People who consume moderate amounts of red wine may be at reduced risk for heart disease, Alzheimer's, certain types of cancers, and even weight gain. The key word here is moderation. A 5-ounce serving is about 130 calories. Beware fishbowl-sized glasses, which make you more likely to over-pour. Pour your wine into a measuring cup, and then dump it into your glass to see what a serving looks like in your glassware.

Veggie burgers

Veggie burgers have less fat and cholesterol than traditional beef patties. Like any burger, though, you can easily add 1,000 calories or more by piling on cheese, ketchup, and mayo on a huge bun. You may need to go easy on the toppings and try one of these slim recipes.


They are good as long as you don't load your leafy greens with shredded cheese, croutons, candied nuts, and creamy dressing. Doing that can easily make your meal even more fattening than having pizza for dinner. Cut down on add-ons and go easy on the dressing.

eating energy bar

Energy bar

Energy bars are loaded with sugar and carbs and are high on the glycemic index. Eat one while sitting at your desk, and you will feel the sugar rush, and then the crash.

Though energy bars are not ideal for everyday snacking, they come in handy when you are exercising for longer than an hour. If you are going on a three-hour bike ride, for instance, you'll need to stop and eat about halfway through in order to have enough energy to pedal yourself home.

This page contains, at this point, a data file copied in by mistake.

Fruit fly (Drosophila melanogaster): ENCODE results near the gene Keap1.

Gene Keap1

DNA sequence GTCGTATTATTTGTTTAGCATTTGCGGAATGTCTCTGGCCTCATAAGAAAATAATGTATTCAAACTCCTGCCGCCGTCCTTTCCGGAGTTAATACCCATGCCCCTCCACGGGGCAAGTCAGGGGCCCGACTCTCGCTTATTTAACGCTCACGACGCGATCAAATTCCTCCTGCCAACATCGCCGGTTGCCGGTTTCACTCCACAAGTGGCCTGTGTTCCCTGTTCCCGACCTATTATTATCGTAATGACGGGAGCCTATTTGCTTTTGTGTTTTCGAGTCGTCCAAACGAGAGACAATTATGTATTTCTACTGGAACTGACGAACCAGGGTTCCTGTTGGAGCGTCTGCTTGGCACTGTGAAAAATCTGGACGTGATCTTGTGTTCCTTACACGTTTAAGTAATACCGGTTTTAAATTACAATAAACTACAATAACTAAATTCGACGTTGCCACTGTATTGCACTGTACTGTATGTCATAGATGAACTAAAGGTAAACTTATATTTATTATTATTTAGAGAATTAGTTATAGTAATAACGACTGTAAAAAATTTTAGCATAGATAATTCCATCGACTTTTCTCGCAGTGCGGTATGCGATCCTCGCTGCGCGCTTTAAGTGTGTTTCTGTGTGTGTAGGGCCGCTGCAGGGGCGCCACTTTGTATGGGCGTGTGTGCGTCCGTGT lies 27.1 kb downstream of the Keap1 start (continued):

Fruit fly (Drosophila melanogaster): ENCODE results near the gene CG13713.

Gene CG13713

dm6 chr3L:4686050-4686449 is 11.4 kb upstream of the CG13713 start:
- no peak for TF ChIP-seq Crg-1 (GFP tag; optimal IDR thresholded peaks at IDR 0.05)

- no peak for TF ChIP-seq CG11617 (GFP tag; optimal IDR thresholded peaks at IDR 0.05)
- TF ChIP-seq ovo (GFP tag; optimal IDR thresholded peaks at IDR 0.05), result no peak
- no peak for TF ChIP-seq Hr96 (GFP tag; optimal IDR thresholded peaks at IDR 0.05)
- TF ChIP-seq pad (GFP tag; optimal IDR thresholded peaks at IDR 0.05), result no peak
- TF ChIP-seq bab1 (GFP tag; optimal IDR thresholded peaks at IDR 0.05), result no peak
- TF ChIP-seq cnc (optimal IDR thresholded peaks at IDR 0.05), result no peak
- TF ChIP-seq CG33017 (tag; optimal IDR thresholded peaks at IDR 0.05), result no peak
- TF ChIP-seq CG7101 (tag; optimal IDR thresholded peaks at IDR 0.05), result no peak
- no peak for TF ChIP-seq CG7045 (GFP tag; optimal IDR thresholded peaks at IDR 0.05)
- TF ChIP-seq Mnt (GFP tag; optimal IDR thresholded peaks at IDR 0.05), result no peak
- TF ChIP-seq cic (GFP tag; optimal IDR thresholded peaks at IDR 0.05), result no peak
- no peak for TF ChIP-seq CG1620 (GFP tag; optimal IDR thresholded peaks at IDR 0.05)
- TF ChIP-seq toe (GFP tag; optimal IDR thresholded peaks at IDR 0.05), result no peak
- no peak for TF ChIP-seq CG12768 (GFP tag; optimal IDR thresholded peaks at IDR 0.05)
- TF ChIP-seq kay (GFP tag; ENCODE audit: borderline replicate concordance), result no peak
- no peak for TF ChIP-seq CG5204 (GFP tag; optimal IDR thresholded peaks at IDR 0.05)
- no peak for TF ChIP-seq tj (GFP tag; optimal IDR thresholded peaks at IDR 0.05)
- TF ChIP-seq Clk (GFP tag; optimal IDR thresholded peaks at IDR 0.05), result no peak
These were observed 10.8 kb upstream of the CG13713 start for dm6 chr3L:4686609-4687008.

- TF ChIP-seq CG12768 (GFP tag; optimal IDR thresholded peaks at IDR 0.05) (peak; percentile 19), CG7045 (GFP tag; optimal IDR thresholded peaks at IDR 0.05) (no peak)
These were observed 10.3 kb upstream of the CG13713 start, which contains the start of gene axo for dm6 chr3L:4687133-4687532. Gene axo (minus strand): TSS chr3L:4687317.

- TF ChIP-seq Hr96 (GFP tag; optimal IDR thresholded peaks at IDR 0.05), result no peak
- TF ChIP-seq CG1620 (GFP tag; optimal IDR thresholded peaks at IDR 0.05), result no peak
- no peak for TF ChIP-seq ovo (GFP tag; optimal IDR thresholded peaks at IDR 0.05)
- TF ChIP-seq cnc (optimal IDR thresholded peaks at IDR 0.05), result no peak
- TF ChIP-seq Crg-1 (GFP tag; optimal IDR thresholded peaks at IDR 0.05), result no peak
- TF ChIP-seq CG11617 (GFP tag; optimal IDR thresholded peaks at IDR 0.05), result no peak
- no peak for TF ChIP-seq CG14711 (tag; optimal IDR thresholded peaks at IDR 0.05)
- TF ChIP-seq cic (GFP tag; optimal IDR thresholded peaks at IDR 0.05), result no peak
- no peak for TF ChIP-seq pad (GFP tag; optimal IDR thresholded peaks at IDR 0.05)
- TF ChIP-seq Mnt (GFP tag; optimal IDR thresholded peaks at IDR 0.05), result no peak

Cheese is a good source of protein and calcium, but of course, it is full of fat and calories. An ounce of cheddar, for example, contains 113 calories and 9 grams of fat (6 saturated).

Limit your portions, but don't reach for low-fat varieties. A small serving of full-fat cheese is more satisfying. Go for fresh feta or goat cheese. They contain a fatty acid that helps you feel full and burn more fat.


Eggs are one of the best ways to start your day. They are loaded with protein and vitamin D, plus hard-to-get choline. However, an omelet can quickly turn from metabolism-booster to waist-widener when you load it with cheese and fatty meats. You may fill your omelet with veggies instead, which adds fiber and nutrients in addition to big flavor. You could also try one of these high-protein breakfast recipes that feature eggs.

Whole milk

Milk really does do your body good: it is packed with vitamins A and D, protein, and calcium. A cup of whole milk, however, sets you back nearly 150 calories and 8 grams of fat. You could switch to low-fat or non-fat milk and save up to 70 calories per cup, but some experts believe that the fat in whole milk makes it more satiating. Even non-fat milk contains 80 calories per cup, so no matter which you choose, mind your portions.


It is tempting to stock up on canned soup, since it makes for an easy, satisfying meal, packed with veggies. The bad news is that canned soups are typically high in salt, which can cause bloating and fluid retention; and made of highly processed ingredients. Opt for low-fat and low-sodium versions of canned soup. Plus, you can always use water to dilute any soup in order to cut down on the salt content.